Outside of Phidias, Michelangelo and Raphael, and in literature, outside old Homer, old Dante, old this one and old that one, there is no glory, no work, no bread.

Yes, Redshirts, throw out the windows and onto the streets and into the Tiber the statues, the paintings, the books: throw them all!

Cast their very ashes to the wind.

For years we have offered sacrifices on graves, and just as in the Odyssey they threw steaming blood on tombs, we sacrifice ideas and souls. Everywhere they rule the streets, the walls. In their name we underestimate, forget, and disdain the new rights of a new society and we sacrifice to the genius of the schools the genius of the individual. These men dead for three hundred or two thousand years rule over us.

It makes me angry when I think that just because they sculpted and painted saints, prophets, muses, and angels we are served up angels, muses, saints, and prophets. Poor working man: when he is able to steal a moment from labor and strife and when, on Sunday, he wanders the museums they show him, painted on slabs on the walls, the stories from the Bible he doesn’t believe in and the Antiquity he doesn’t know. In the public gardens they put up a row of men in marble, men of Athens and Crotone, stupidly planted there on this soil watered with the blood of struggles heroically fought against the past. It is Jupiter Philipoemon who heard, in history’s dark days, the cries of rage of the vanquished and the cries of pain of the wounded.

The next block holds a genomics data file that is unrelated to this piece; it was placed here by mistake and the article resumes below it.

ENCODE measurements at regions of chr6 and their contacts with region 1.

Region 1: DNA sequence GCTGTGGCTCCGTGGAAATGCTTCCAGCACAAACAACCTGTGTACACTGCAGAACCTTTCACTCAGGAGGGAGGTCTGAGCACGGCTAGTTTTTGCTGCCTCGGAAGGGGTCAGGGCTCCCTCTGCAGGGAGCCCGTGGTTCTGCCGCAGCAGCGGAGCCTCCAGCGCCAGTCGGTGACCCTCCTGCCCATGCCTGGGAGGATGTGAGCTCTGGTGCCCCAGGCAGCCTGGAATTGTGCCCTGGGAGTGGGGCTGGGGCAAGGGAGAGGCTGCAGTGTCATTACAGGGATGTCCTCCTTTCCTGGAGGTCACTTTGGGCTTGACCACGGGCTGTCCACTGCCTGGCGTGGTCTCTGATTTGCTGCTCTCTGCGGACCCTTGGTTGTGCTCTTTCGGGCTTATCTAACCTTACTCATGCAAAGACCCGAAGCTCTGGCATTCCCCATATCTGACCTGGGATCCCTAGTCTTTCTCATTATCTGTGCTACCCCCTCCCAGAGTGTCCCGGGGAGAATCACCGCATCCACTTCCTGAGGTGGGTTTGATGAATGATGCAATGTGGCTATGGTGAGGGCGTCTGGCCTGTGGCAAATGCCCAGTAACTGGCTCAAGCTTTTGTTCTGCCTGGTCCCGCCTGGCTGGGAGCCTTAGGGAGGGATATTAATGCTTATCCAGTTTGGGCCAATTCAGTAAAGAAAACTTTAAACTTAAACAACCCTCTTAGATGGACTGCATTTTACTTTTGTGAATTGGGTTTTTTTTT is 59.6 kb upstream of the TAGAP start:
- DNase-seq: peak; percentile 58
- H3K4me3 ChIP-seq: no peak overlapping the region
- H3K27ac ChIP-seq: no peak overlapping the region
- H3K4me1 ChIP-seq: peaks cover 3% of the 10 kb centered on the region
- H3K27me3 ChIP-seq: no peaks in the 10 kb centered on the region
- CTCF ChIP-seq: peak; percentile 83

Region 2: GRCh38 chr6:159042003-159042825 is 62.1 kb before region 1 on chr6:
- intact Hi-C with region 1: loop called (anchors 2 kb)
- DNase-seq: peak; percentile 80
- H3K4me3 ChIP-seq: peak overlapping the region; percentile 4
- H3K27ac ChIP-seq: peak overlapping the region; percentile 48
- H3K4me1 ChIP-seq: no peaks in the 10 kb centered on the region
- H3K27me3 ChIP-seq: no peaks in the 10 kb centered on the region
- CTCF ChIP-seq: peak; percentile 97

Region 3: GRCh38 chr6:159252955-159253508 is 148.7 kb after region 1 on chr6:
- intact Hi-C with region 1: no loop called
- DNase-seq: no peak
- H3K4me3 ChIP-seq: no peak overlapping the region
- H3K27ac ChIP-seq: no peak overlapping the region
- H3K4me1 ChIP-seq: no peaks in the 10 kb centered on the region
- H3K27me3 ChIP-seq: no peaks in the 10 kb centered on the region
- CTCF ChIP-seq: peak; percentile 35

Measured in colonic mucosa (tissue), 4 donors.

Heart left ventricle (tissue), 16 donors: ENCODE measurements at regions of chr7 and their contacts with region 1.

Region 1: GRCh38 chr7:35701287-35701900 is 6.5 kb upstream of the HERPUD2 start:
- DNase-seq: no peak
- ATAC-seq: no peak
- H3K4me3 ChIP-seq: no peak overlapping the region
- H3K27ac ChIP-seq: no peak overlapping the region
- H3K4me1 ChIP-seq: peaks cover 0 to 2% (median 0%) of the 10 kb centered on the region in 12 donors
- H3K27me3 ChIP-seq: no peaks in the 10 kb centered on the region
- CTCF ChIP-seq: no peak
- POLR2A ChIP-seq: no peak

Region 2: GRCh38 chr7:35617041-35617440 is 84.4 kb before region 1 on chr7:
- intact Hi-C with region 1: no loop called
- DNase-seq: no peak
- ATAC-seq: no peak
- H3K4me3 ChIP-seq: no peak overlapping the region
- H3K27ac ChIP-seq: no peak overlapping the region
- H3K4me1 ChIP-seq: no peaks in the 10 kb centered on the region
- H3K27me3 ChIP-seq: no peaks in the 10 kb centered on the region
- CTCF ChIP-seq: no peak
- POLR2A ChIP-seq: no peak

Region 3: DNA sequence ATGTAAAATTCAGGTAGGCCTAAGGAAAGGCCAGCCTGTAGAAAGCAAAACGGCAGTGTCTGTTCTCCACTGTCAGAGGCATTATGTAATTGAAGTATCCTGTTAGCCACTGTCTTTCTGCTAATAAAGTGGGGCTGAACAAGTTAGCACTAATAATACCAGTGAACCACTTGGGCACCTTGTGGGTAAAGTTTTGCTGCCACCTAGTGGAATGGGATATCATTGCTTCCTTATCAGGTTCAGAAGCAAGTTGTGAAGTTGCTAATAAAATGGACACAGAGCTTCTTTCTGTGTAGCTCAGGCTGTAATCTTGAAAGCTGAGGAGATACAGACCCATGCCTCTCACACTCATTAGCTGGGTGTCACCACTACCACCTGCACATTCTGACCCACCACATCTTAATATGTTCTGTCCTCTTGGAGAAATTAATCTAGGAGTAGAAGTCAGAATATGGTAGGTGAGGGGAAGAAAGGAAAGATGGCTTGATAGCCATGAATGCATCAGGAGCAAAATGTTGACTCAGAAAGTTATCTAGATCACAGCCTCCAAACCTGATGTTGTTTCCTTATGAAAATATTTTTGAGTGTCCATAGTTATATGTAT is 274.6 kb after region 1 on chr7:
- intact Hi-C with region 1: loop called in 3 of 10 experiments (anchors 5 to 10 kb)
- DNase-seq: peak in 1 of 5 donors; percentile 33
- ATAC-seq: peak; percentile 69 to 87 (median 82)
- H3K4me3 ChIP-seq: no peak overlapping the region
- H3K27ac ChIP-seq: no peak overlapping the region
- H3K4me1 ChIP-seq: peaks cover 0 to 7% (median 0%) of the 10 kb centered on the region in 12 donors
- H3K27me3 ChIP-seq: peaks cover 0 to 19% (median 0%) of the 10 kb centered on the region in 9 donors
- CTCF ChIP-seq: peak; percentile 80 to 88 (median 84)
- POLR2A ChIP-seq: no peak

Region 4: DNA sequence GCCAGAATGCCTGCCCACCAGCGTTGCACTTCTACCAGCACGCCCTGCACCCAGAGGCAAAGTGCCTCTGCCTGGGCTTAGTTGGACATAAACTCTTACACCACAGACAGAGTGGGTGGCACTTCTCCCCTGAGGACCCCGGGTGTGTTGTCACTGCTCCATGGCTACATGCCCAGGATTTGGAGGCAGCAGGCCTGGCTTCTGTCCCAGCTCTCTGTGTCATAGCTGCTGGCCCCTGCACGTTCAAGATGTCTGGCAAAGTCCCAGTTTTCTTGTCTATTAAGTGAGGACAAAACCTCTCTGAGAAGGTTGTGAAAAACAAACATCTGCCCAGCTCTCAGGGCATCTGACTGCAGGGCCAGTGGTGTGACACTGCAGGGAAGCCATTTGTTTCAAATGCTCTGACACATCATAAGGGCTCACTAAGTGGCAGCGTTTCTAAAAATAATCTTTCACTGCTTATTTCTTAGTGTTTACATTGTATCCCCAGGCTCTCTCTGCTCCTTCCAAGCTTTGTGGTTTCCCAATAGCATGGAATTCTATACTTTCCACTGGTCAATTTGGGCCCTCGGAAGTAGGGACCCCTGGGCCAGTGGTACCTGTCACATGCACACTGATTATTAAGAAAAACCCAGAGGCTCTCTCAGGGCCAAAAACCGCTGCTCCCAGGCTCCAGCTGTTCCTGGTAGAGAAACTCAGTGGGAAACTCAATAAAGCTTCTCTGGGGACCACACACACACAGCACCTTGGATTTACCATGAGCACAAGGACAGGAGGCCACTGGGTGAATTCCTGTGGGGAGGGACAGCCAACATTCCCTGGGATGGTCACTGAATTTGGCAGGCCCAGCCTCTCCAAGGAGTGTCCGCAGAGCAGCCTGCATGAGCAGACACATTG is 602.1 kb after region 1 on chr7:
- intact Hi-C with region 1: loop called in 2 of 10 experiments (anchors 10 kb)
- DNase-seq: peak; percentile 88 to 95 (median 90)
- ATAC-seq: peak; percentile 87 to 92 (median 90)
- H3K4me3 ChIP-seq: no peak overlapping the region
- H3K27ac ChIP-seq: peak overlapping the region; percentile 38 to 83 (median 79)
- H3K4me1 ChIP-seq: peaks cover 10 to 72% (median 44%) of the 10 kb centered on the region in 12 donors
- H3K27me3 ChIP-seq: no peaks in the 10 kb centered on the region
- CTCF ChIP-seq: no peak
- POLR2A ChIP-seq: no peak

History stuck Rome in the heart, but its head has remained upright on the shoulders of the world.

Brutus, Cato the Elder, Cicero Chickpea, the Scipios, the Gracchi!

Admit it: doesn’t France still have in its veins, spoiling its young blood, the curdled blood of these corpses?

Don’t the ideas of unity, patriotism, leveling communism, doesn’t all this flow directly from Rome, and isn’t it the pedantry of our collegiate Romans, Latinists of the court or the kitchen that clip France’s wings and the provisions of the poor?

Is it not a repercussion of the reading of Tacitus and Lucan that military ideas ferment in people’s heads, lead hearts astray?

Is not the heroism of the Selectae the father of foolish chauvinism and blind Jacobinism?

This is the enemy!

Even if you were to kill all the pope’s soldiers there would escape from the depths of the missals and the “De Viris” the seed of the solider and the beadle, the terrorist and the inquisitor.

And it wouldn’t be worthwhile to smash the tabernacles in the temples, to take apart the pulpit, and shout “a plague on those who defend papal infallibility” if, when I speak of watching genius’s entire heritage go up in the flames of bombardments you were to find me mad or sacrilegious. Mad or sacrilegious! Aren’t you more so than I, you who insult a religion that has also had, as we admit, its geniuses and its martyrs.

But there’s no middle path! Either one has to be Catholic and prostrate oneself before the altar, or one must, as I said, demand of cannonballs that they decapitate genius. You speak of killing their saints. Begin by killing your own.